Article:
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Intervention needed to help understanding of pension freedoms choices

30 July 2018

The Treasury Select Committee has warned over the current level of consumer engagement and understanding of the pension freedom choices available to them.

Since the introduction of the pension freedoms three years ago, 1.5 million defined contribution pension pots have been accessed. Of these, 72% belonged to customers below the age of 65, and 55% of pots were fully withdrawn. Among those pots not fully withdrawn, twice as many were used for drawdown products, with the popularity of annuities shrinking drastically.

Michelle Cracknell, chief executive of the Pensions Advisory Service, warned that people approaching retirement were not clear on the nature of pension freedoms, lacked a sense of ownership over their pension pots and are making decisions without understanding the implications.

She said: “Relative to pension freedoms, there have been a number of people who have said “I just want to move my money out of the pension pot into my bank account” with no specific reason for needing the cash. There is a very low level of ownership of pensions. People do not see it as their asset, when it is obviously so important for them to take personal responsibility for their retirement income.”

Cracknell highlighted the need for intervention to create “virtuous new social norms” such as a financial check-up at age 50 and default guidance whereby people will have to actively opt-out of an appointment with the future Single Financial Guidance Body if they want to access their pension pot without guidance.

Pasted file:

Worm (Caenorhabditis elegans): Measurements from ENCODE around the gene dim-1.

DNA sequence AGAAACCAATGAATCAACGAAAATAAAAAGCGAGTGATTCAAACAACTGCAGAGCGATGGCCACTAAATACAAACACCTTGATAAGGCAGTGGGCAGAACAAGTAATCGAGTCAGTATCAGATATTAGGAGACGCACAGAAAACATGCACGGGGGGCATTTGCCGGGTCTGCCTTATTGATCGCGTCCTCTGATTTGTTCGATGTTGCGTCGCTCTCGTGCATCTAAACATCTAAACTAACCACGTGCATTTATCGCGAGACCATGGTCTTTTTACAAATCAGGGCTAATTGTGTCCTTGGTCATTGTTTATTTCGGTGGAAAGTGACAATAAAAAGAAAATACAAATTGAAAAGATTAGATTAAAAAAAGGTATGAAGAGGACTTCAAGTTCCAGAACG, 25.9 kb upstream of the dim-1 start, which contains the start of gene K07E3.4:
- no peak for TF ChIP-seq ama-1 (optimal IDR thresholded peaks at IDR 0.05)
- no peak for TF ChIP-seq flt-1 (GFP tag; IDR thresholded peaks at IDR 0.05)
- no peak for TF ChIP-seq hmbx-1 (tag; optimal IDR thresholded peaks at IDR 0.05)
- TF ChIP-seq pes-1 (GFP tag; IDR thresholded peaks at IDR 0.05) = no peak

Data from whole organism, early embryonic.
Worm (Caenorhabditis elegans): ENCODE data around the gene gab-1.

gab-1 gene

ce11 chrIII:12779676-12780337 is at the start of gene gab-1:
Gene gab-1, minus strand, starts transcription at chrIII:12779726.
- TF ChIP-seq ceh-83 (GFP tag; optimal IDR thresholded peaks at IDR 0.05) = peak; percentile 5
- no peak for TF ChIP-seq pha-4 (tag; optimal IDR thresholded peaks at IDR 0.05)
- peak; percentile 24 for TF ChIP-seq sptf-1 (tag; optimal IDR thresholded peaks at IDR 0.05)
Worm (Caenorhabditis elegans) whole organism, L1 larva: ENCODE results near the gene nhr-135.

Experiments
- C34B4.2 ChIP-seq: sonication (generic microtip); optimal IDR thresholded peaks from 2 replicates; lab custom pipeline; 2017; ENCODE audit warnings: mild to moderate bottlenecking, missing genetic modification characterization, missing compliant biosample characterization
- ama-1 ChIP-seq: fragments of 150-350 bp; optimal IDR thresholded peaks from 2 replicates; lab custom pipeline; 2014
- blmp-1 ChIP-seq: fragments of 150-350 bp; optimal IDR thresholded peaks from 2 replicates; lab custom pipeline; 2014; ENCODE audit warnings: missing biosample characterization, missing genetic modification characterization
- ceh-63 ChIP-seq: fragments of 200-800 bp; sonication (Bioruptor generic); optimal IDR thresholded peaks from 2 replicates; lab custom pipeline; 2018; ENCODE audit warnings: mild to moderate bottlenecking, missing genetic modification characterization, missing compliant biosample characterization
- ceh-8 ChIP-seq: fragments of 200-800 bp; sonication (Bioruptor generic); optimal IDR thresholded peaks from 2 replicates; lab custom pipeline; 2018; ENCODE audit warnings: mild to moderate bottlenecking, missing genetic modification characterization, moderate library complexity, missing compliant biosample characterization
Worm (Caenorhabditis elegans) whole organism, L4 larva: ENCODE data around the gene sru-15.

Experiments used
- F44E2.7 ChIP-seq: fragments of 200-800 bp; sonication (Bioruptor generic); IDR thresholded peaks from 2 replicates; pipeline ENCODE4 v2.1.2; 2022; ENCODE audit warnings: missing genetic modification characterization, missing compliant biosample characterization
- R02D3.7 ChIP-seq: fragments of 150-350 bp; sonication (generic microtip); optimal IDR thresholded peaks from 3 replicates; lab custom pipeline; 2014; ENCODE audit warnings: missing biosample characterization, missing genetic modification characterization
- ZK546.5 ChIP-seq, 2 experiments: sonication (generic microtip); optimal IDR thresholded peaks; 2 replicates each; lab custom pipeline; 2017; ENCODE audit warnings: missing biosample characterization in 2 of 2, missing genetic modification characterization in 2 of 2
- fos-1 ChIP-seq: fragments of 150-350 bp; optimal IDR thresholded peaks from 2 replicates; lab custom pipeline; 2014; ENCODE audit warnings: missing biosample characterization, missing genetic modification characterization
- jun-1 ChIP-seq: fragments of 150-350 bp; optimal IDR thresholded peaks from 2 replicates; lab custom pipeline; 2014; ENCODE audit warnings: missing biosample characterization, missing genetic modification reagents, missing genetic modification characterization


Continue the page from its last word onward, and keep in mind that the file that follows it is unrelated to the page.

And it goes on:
Cracknell also suggested that prompts to seek financial guidance could be linked to a range of interactions with the public sector that occur during major life events, such as divorce.

In its Household finances: income, saving and debt report, the Treasury Committee concluded that consumer understanding of the pension freedoms could be improved by encouraging more people to take up advice or, at a minimum, free guidance available to them.

It stated: “The Single Financial Guidance Body, together with the Government, should consider how a kid-life MOT could be introduced, and develop proposals for increased outreach work to engage people with pensions planning. The FCA should consider the case for introducing a strong form of default guidance before people are allowed to access their pension pots.

“Finally the government should make a cross-departmental effort to identify opportunities to ‘nudge’ people towards pension guidance at life events where they interact with the public sector.”

However, Laura Suter, personal finance analyst at AJ Bell, said the government would need to act with caution when considering any of the Treasury Committee’s proposals.

“With all of these proposals, there is a concern that the Government, during the complicated Brexit negotiations, does not have the ability to spend the time on some of these changes that [the Committee] requires. While many of the proposals in the report are sensible and would help savers to engage with their money, the most damaging thing would be for ill-thought-out policy to be rushed through by a time-strapped Government.”

 

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